Introduction: "3 Tool" Rustic Bench

Materials/tools Needed:

Stock - Something at least 3 inches thick and 8-10 inches wide. I found this piece of reclaimed beam that had been converted into a mantel and then broken again, so I made it into this bench. Whatever you have will need to be at least 33 inches longer than you want your bench to be.

Glue - Just your normal wood glue. I used Titebond Original

Wood Shims - Just some little wedges of scrap wood, about 1/16 inches thick or less.

Hammer/mallet - pretty self explanatory. A wooden or rubber mallet would be better for not dinging up the wood.

Saw - You can use a handsaw (panel saw) like the one in the video, or a circular saw which would go much faster

Chisel - A good, sharp chisel, sized about an inch

Square - A speed square (you can find a cheap one anywhere) is good or you can use a carpenter's or framing square if you want to or know what those are.

Measuring device - measuring tape, a yardstick, or anything that can measure up to 18 inches

Marking Device - A pencil or a marking knife works best

Finish - finishing product of your choice. Polyurethane, urethane, lacquer, paint, or wax all work perfectly fine

Step 1: Measure and Cut the Legs

Picture of Measure and Cut the Legs

-Make sure the ends of your stock are square (perfectly perpendicular to the long edge of the beam)

-If they are not, use the square and mark a perpendicular line as close to the edge as you can, then use your saw to cut that edge straight down through the line

- Measure 16 1/2 inches in from the edge and use your square to draw a line perpendicular to the long edge of the beam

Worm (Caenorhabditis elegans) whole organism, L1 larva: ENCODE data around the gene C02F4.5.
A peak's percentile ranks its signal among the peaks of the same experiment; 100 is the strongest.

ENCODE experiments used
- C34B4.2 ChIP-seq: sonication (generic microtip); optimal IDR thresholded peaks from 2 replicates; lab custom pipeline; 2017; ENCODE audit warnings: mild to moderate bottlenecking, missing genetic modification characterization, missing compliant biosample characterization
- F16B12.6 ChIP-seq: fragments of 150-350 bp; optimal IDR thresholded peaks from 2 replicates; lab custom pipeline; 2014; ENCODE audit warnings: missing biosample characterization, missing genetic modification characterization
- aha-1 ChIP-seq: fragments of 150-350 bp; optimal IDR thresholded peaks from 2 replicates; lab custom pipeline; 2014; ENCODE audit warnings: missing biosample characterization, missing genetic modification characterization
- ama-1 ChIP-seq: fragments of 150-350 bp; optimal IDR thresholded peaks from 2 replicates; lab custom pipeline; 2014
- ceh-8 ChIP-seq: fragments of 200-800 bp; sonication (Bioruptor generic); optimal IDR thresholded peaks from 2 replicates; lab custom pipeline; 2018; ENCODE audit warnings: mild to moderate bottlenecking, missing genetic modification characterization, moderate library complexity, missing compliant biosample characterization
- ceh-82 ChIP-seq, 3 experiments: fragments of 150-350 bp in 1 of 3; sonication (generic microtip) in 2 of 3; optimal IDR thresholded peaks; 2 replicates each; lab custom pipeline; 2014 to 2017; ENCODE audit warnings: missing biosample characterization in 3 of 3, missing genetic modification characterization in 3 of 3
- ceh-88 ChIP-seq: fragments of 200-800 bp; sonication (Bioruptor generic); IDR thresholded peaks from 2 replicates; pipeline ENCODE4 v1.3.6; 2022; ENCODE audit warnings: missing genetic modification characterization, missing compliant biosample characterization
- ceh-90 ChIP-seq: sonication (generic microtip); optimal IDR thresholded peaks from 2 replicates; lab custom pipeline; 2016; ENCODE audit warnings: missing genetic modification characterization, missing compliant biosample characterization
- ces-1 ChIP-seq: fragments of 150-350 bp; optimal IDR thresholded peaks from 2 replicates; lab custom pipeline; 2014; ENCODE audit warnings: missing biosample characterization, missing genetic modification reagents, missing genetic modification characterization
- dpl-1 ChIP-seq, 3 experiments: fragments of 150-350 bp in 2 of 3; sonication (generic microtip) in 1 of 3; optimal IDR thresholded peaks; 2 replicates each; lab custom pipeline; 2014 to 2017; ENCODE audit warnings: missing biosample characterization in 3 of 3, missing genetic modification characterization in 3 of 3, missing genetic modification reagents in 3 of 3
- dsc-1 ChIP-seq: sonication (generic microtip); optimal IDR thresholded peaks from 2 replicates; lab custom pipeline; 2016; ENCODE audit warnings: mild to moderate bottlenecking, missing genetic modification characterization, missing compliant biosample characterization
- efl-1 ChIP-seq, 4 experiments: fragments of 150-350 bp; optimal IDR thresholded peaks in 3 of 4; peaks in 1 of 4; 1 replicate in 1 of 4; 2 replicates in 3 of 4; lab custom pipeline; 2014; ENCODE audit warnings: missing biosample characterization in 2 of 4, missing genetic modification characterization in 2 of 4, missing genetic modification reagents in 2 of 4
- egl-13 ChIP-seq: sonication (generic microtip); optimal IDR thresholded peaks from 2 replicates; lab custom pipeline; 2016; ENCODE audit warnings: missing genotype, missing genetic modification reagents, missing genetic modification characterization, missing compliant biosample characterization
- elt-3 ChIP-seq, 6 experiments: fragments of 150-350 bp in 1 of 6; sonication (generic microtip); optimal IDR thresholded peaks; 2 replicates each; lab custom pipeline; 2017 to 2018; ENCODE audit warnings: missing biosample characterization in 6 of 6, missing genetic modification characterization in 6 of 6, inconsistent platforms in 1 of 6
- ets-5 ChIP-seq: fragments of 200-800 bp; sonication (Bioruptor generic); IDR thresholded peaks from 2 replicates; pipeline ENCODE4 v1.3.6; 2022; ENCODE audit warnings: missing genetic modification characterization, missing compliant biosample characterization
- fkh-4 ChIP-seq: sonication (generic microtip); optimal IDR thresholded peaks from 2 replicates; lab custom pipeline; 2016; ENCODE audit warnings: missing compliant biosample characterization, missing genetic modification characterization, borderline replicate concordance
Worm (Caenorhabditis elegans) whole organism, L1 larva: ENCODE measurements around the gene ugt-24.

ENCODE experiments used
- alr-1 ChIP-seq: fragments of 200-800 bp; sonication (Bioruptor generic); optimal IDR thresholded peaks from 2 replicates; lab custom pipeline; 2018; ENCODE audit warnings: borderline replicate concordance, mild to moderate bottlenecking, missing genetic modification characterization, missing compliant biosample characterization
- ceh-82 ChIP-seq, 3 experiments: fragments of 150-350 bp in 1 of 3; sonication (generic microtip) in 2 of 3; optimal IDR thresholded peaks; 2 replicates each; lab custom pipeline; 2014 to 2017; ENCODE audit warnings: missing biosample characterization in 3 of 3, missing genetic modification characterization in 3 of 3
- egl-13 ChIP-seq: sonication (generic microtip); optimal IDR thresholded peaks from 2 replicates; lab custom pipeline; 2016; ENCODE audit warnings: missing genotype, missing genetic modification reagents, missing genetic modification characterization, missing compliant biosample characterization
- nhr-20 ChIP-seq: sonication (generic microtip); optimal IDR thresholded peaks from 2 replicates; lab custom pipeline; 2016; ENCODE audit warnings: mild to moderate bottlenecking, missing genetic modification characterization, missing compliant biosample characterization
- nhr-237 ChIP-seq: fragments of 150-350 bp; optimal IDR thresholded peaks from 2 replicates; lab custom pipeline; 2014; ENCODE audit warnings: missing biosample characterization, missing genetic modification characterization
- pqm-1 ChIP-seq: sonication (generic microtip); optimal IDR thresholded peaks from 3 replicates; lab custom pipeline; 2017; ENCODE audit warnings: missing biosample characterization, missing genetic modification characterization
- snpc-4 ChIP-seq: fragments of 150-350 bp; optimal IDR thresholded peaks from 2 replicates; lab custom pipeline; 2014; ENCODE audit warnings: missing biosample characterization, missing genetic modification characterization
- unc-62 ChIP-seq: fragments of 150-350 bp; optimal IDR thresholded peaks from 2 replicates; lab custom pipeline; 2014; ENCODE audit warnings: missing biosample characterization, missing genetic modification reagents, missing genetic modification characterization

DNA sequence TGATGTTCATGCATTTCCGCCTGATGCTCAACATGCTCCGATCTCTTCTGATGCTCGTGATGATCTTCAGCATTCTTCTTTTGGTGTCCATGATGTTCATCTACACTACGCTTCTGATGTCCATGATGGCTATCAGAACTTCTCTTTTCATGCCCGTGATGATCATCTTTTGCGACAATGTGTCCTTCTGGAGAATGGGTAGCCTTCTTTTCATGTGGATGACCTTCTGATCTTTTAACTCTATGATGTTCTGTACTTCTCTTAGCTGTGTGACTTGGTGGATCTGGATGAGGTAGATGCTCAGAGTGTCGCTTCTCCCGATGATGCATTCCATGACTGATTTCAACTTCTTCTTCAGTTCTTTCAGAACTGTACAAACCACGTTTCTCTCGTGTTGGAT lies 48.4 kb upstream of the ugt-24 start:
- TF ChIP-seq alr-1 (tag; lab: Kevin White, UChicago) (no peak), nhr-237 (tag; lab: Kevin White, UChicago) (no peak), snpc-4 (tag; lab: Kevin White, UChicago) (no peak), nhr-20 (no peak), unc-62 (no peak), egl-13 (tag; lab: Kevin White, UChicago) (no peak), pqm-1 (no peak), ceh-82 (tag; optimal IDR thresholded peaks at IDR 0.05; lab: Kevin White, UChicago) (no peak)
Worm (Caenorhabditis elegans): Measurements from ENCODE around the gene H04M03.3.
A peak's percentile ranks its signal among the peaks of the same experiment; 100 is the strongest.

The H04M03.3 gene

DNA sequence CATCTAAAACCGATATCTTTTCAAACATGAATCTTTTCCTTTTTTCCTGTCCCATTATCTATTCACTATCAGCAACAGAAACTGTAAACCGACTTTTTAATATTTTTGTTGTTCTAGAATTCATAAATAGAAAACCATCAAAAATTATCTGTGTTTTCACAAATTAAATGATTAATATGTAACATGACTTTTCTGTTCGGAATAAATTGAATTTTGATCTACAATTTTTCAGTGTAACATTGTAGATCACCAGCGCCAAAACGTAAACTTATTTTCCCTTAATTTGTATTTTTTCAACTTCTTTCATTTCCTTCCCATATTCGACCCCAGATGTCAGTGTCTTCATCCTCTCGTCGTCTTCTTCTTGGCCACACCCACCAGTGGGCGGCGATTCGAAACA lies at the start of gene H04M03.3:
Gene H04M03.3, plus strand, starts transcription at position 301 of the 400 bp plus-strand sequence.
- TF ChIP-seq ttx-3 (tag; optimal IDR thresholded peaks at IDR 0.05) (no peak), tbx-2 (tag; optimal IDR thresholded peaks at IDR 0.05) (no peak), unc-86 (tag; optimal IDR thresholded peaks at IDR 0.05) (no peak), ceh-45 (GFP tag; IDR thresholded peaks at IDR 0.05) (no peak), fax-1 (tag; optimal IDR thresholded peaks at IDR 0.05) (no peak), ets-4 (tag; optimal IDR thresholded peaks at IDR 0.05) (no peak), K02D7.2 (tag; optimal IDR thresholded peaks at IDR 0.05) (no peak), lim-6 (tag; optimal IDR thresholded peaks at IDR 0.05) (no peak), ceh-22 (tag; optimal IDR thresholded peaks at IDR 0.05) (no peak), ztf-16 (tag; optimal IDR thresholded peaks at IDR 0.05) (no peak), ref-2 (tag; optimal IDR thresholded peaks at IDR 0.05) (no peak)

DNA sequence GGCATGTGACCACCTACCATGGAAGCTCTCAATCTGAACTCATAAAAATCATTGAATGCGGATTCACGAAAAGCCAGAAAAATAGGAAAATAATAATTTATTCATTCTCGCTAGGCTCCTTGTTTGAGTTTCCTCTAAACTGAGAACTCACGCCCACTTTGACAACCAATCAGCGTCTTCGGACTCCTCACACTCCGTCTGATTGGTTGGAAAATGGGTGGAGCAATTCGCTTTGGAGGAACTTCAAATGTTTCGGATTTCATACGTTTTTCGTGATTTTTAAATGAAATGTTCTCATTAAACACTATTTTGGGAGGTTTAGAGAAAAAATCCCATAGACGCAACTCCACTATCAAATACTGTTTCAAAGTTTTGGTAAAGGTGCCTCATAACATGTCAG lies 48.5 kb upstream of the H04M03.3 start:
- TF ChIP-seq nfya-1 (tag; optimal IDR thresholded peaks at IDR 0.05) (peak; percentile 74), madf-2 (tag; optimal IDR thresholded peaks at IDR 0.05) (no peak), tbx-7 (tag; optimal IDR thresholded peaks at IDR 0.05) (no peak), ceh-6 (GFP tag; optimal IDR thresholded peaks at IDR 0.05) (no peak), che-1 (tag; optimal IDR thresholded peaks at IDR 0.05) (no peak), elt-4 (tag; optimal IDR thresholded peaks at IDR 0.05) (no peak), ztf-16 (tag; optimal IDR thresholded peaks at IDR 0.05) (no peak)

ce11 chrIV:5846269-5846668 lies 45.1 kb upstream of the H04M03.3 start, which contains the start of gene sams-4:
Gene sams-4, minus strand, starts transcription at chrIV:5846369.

- Use your saw to cut at the line all the way, straight down, through the beam

- repeat this step measuring in, marking, and then cutting from the other end of the beam

Step 2: Marking the Slots for the Legs

Picture of Marking the Slots for the Legs

-Pick which side you want to be the top of your bench

-Turn the beam over so the top side faces down, as you are now working on the underside of the bench

-Using the square, mark a line a few inches in from the edge of the beam. The distance will be relative to the overall length of your bench, but about 15% of the way in from the edge works well.

- Place one of your legs on the line, toward the inside of the bench, and make sure it's lined up perfectly, as pictured

-Mark a second line on the opposite side of the leg, on the face of the bench, to mark the width of the leg slot

-Remove the leg and continue these lines down 1.5 inches on the edges of the beam to mark the slot depth using your square

-Use your square to connect the bottoms of the 1.5 inch lines on the edges to show where the bottom of the leg slot will be

-Reproduce these marks on the opposite end of the beam

Step 3: Cut Kerfs Between Your Lines

Picture of Cut Kerfs Between Your Lines

-Starting JUST INSIDE of your outermost mark on the beam face, saw straight down to your depth line you marked in the last step (the mark should be touching your cut, but still be visible when you're done, this ensures a tight fit later)